As with the above mentioned works I have another recording of Weinberg’s Sonata op.108 for solo double bass by Nabil Shehata and again I enjoy them both but this recording by Karol Kowal is a beautifully structured and brilliantly executed performance which highlights all the amazing elements that Weinberg gives this instrument that is too often overlooked by composers yet in the right hands can be made to shine as it does here. Bach’s influence is plainly in evidence which is hardly surprising when a composer wishes to write an extended work for an instrument such as the double bass, the larger brother of the cello for which Bach wrote his six suites which will surely remain unsurpassed in solo cello repertoire. The pleasant surprise here is Weinberg’s ability to show off the double bass as an instrument that is just as well able to show lyricism, joy and pathos as is its smaller stablemate and, in its upper registers sounding very much like it. There is an excellent exposition of the elements involved in this sonata in the accompanying booklet which speaks of conflict and struggle in the outer movements of this six-movement work along with Shostakovian influences and speculation as to whether the hopeful conclusion is somewhat forced when Weinberg’s life is borne in mind. I can’t subscribe to that theory, since Weinberg was far too independent of thought to have felt under pressure to end his work in a more upbeat way than he had intended, especially as late as 1971 when it was written. It is a work that will repay repeated listening and is far less intimidating that one might expect when preparing to listen to twenty minutes of solo double bass.
The other three works on this CD are by Katarzyna Brochochka; born in 1982, who has composed several works for double bass, an instrument she seems to know extremely well judging by these offerings. The first piece is another solo work also with six movements, each given the title of a dance motion: Port de bras, Déboulés, Arabesque, Ballotté, Dégagé, Chassé and they serve to create an arresting work, again like Weinberg’s, fully exploiting the double bass’ sonorous and deliciously rich tones. This is followed by her sonata for double bass and piano which she plays alongside Karol Kowal and which was her first attempt at a multi-movement work for this often ignored member of the orchestral landscape. After a gentle introduction the calm is shattered by a frenzied outburst from each instrument, the piano in particular producing propulsive percussive and spiky rhythms. The second movement again begins quietly with a suggestion of creeping stealth, continuing in the same vein for the rest of it. The third brief movement is full of irony that ends as the booklet describes it “...in a coy, humorous ending – a rare moment of relaxation.” The final largo begins with the double bass on its own with a beautifully song-like episode but when the piano enters the mood changes, becoming more mechanical with a return to the spiky rhythms of the opening movement before the double bass solo comes back to establish calm once more and the movement ends when the piano once again inserts itself and together they end the sonata in an unresolved way that begs the question, what next?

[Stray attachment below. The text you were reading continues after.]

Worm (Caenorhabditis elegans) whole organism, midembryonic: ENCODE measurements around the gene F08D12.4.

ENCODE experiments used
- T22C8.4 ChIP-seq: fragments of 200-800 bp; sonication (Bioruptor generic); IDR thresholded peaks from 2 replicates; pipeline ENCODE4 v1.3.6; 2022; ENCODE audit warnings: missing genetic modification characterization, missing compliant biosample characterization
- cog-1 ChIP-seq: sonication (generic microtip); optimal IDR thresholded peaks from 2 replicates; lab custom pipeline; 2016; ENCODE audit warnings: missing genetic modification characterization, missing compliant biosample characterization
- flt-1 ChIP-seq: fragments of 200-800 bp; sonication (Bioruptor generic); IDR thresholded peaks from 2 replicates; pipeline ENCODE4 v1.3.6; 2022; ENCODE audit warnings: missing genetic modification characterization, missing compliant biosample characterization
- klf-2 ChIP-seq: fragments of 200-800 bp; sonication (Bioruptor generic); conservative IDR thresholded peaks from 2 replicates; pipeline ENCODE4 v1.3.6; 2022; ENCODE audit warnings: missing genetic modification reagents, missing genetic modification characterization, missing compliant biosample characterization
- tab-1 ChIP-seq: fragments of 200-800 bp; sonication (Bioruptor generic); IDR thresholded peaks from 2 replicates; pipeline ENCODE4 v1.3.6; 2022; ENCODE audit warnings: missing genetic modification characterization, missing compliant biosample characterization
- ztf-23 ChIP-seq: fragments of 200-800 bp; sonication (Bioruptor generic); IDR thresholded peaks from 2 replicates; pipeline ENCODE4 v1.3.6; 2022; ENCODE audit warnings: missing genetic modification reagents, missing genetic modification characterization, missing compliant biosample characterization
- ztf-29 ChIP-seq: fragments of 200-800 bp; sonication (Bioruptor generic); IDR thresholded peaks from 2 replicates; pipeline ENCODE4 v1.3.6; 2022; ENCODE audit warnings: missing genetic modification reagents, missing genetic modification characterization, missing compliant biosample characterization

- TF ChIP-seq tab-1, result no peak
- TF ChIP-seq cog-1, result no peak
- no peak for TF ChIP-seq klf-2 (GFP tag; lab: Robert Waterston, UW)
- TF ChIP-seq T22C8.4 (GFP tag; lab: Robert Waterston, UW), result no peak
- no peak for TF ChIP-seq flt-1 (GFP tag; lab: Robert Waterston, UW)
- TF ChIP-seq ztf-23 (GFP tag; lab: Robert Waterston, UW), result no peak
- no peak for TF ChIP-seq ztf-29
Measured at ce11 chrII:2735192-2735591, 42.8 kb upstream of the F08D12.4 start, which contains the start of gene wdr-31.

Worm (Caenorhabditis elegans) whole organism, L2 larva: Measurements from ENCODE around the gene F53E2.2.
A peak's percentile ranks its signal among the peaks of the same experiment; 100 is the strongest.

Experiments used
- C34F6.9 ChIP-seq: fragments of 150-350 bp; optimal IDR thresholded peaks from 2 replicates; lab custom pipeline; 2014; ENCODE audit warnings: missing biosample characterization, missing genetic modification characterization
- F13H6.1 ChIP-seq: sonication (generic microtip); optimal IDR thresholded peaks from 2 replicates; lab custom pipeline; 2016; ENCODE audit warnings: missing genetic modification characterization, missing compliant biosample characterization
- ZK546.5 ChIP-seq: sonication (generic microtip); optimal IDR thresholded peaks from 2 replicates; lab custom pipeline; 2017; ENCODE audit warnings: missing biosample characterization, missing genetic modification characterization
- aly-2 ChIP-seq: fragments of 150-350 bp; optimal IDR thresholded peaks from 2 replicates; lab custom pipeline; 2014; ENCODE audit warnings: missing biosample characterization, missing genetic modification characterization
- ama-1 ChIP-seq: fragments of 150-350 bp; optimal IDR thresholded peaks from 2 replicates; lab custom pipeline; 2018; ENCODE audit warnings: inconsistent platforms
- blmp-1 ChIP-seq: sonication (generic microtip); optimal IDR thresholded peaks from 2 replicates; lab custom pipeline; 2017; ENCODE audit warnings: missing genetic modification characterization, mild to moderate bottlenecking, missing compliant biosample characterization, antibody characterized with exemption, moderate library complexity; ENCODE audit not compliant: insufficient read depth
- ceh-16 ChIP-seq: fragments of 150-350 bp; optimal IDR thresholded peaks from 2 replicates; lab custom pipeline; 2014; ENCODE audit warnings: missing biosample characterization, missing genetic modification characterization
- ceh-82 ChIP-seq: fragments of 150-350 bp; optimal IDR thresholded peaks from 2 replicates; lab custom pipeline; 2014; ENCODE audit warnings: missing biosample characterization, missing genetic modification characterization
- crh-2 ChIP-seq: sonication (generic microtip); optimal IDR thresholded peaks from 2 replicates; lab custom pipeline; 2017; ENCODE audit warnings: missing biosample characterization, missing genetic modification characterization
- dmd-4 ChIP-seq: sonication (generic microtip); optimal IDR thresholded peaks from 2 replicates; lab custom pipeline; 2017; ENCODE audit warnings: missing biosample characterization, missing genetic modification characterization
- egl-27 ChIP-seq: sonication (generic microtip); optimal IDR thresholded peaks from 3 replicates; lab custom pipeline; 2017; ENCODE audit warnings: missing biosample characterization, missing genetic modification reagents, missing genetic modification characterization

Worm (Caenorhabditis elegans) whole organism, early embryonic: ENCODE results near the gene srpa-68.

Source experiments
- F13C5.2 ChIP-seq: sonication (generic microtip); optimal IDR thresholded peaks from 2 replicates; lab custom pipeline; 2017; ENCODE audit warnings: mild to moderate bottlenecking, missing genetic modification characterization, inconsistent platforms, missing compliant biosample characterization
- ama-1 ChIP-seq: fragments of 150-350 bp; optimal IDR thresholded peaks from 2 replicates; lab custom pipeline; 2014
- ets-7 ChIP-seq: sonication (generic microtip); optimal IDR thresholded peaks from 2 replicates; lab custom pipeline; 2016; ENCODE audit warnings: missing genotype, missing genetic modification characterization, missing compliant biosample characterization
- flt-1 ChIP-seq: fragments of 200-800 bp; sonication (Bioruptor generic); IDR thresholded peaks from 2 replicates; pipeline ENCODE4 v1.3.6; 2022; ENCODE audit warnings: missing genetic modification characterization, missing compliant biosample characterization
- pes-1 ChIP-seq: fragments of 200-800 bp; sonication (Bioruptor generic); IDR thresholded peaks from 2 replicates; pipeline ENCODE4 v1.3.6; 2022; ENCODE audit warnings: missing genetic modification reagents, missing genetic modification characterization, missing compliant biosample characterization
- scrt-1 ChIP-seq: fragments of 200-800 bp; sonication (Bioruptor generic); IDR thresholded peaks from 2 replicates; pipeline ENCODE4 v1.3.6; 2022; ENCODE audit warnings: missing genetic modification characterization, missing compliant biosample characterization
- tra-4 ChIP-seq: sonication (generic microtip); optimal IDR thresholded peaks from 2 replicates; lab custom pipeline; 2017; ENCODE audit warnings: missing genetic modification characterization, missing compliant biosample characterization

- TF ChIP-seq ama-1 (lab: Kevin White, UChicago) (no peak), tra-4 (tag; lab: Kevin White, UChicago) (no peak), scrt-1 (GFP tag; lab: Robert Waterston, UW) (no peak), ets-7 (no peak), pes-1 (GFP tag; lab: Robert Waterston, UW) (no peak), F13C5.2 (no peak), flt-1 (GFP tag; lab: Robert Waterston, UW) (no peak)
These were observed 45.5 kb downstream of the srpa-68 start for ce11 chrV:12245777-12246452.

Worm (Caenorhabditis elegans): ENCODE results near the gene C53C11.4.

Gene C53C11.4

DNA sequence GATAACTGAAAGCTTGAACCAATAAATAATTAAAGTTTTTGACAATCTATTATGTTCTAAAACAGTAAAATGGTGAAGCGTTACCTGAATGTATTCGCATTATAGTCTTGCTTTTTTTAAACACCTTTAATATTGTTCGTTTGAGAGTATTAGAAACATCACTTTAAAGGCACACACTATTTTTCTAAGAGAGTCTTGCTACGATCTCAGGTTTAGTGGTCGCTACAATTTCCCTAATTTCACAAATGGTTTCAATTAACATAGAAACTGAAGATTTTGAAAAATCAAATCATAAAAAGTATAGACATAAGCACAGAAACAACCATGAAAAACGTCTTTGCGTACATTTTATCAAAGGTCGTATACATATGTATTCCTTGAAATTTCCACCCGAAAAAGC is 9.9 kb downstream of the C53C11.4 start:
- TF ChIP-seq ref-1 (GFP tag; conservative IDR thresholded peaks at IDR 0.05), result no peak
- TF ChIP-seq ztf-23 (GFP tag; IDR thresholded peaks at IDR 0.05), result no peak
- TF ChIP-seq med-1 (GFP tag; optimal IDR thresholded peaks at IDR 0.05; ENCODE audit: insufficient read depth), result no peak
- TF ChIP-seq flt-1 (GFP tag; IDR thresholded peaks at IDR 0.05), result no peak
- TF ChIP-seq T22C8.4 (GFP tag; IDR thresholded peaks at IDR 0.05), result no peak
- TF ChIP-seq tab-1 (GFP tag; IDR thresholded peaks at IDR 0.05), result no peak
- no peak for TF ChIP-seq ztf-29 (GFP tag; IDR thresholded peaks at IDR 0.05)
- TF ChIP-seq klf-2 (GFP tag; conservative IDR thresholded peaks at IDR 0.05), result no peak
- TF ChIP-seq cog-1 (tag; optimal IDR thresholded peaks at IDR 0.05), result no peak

The third offering on this interesting disc is the Weinberg (see above) and the disc ends with Brochocka’s double bass and piano version of her three movement double bass concerto. Time was when if asked to name a concerto for double bass most people would only be likely to come up with the one written by Carl Ditters von Dittersdorf but today the list of such compositions is over 30. This disc proves that the double bass should not be eschewed any more than the viola. However, there has always been the problem of the instrument’s ability to project itself so that the sound is not overshadowed by the orchestra and the traditional solution is to keep to the highest registers but that can result in overlooking the fabulous sounds that come from its low ones. If this version has not undergone any rearranging in this respect there are plenty of lush sounds from the low registers here so the composer obviously came up with a satisfactory solution for her concerto. After a relatively calm opening movement, the second is a furious dash with no let up, but showing how versatile the double bass can be for all its huge size; the player surely has to be able to physically dominate the instrument to complete the movement’s demands. The third movement is at first an oasis of calm again before speeding up and the work ends with a mad dash of what the booklet writer describes as a “...powerful Shostakovichian fury.”
Katarzyna Brochocka is a composer with much to say and the obvious skills to do so and as such is another representative of the ever-growing number of women composers who are at last making those iconoclasts whose idea is that women composers are less interesting than men revisit their discredited beliefs. Her music is always interesting and often thrilling and I hope to see more of her compositions reach the market. Both she and double bassist Karol Kowal are brilliant players and have brought these works to life in dazzling fashion. The Weinberg is wonderfully played by Kowal and makes for a thoroughly engaging listen.
Both discs deserve not only to be heard by the listener who is already open to what the double bass’ possibilities are but by those as yet a little trepidacious when it comes to this kind of repertoire and I thoroughly recommend them.